L_0002: ldarg.0 
L_0003: ceq 
L_0005: stloc.0 
L_0006: br.s L_0008
L_0008: ldloc.0 
L_0009: ret 

The only difference is in lines L_0001 and L_0002, they're just swapped but order of its operands doesn't change the behavior of ceq. Even if you override Equals() method the JIT compiler will produce the same assembly code for both expressions (because the comparison will be always done by Equals(), null is typeless).

Things can be more complicated if the comparison involves a user defined equality comparer, in this case there is not a rule and it'll depend on the effective op_Equals implementation. For example this == implementation:

public static bool operator==(MyType lhs, MyType rhs)
    if (Object.ReferenceEquals(lhs, rhs))
        return true;

    if (Object.ReferenceEquals(lhs, null))
        return false;

    return lhs.Equals(rhs);

In this case if the first operand is null the execution will be slightly faster (because MyType.Equals() won't be even called) but this performance gain is very small: you save one comparison, few jumps and a virtual function call. Moreover you can rewrite the function to be faster in the opposite case (in case you really matter about this).

Here a small test where MyType.Equals(object) simply returns true for any non null parameter. The test will be looped Int32.MaxValue times:

Operation       Total time (ms)
lhs == null               10521
null == lhs                2346

It seems the "optimized" version that avoid unnecessary call to Equals() is five times faster but note that the loop count is very high and actual implementation of Equals() is empty, a true implementation will reduce the relative overhead of the function call (and probably you'll have something else than this micro-optimization to do). For system classes you can't rely on this details, for example String.Equals() will be always called by operators (no matters the order) but you can't assume one code path is faster and this fact won't change in future versions of the framework (or for different CPU architectures).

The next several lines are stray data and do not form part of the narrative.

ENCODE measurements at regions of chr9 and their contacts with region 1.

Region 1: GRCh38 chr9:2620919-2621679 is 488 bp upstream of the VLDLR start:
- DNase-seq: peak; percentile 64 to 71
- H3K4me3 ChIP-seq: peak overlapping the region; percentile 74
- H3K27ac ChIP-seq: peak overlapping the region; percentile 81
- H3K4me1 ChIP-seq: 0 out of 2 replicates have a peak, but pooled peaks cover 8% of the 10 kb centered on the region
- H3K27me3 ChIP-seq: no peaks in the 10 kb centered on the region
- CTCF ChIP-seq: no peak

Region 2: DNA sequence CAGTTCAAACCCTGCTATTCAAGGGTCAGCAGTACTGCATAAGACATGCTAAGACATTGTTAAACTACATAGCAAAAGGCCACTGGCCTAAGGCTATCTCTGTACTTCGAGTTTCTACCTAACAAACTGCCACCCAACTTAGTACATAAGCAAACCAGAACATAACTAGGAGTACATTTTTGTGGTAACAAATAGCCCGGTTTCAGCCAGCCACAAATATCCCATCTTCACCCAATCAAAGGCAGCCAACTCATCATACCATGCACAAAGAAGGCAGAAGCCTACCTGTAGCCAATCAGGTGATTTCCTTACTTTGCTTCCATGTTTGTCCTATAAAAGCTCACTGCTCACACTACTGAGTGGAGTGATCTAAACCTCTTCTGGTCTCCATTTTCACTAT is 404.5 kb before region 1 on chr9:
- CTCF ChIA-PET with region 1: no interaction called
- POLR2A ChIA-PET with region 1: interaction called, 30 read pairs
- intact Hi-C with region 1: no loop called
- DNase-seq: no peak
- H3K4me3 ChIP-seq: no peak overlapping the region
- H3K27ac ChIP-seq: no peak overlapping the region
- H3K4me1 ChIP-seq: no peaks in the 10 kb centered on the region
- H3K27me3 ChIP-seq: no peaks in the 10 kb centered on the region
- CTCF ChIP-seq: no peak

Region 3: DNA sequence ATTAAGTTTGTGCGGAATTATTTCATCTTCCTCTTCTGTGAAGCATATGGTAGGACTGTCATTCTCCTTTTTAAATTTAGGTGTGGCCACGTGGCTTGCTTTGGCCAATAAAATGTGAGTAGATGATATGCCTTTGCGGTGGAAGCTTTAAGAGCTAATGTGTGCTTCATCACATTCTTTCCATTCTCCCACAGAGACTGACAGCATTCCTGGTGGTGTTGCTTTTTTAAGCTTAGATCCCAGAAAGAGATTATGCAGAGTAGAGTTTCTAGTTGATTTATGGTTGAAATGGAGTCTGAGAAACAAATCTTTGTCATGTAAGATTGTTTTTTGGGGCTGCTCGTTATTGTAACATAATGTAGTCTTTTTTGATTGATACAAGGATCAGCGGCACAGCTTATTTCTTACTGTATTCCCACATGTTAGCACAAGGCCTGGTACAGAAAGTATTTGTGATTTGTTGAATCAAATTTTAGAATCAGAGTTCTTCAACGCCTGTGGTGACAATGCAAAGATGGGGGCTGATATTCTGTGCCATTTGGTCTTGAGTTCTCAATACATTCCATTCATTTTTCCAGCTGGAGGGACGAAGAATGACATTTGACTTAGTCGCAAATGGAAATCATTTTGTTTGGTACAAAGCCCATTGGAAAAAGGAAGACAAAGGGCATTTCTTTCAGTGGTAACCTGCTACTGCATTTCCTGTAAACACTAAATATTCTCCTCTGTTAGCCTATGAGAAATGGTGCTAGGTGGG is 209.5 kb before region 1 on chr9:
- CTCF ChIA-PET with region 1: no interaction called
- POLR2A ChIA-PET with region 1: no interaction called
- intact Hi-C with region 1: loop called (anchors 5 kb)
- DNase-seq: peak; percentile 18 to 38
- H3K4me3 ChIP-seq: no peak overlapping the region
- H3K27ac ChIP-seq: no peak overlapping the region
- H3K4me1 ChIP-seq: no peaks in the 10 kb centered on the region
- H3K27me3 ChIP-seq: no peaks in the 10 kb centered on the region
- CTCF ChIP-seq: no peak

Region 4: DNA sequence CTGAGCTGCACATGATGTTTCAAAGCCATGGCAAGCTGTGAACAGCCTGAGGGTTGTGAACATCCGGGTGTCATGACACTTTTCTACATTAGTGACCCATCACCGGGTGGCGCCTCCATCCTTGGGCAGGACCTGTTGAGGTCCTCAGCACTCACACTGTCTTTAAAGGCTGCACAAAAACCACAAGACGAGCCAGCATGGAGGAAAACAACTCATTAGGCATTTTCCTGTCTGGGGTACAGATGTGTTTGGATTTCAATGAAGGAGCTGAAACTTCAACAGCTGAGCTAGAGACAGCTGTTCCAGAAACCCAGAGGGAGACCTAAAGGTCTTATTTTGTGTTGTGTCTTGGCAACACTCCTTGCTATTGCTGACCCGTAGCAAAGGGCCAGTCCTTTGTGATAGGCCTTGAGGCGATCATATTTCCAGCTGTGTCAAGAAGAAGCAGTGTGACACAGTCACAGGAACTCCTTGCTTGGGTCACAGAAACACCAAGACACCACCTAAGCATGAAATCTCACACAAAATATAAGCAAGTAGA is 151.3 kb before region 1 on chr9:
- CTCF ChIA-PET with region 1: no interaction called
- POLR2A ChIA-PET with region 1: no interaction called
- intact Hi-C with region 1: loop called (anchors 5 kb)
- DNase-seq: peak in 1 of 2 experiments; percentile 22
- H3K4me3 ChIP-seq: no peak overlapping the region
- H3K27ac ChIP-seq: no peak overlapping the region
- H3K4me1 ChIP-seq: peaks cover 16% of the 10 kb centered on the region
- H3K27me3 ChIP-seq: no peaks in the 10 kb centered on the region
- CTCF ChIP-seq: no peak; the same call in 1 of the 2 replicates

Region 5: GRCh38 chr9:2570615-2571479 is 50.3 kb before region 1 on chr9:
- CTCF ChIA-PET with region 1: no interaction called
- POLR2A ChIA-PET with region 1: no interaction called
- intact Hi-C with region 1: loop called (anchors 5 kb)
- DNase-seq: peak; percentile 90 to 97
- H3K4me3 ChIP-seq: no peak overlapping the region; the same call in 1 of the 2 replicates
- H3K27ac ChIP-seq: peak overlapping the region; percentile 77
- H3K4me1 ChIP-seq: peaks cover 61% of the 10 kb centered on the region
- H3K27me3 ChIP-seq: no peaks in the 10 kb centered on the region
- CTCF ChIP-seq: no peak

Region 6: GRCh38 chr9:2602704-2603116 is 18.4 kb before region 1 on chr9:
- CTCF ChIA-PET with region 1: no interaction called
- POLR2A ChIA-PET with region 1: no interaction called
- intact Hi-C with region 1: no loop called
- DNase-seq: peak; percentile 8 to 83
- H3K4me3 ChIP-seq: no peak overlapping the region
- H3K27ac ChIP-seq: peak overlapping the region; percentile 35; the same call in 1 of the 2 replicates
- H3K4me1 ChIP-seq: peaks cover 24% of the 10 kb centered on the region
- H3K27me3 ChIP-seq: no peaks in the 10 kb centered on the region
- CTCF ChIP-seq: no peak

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I'm curious, have heard of it but I'm not familiar with C/C++. Why was it common to have the constant on the left side? – Matten May 30 '12 at 7:02
@Adriano: There's one scenario, where you can still get bitten by it in C# though. Try replacing int with bool. But yeah, Yoda conditions are out of fashion in C#. – lonewolf May 30 '12 at 7:04
@IlianPinzon you're right, with bool it has sense but...I did dislike this so much because of readability (personal taste, I know) that I'm ready to pay the price :) – Adriano Repetti May 30 '12 at 7:07
@Matten I added some examples. – Adriano Repetti May 30 '12 at 7:08
+1 for the remark about user overloaded comparison operators. – Hristo Iliev May 30 '12 at 14:20

It's a question of style. Someone prefers to write

if (N == var) ...

just because if you missed one = (common case for beginners)

if (N = var)

where N is constant, compiler will give an error.

In case of

if (var = N)

it may give you a warning and may not (depends on compiler and flags). So sometimes it's hard enough to find where the problem is.

The performance of both variants are the same. Choose your style and follow it.

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Constant [Operator] Actual Value is known as Yoda Conditions because it is like "if it is the blue – this is the sky" or "if that is tall – this is a man."

Usage of this conditions style was popular on C/C++ where you could assign value to variable when typed = instead of ==. In C# it makes no sense to use Yoda Conditions.

Also I have doubts it has better performance. Even if it has some performance benefit, it will be extremely small. Match smaller than readability drawbacks.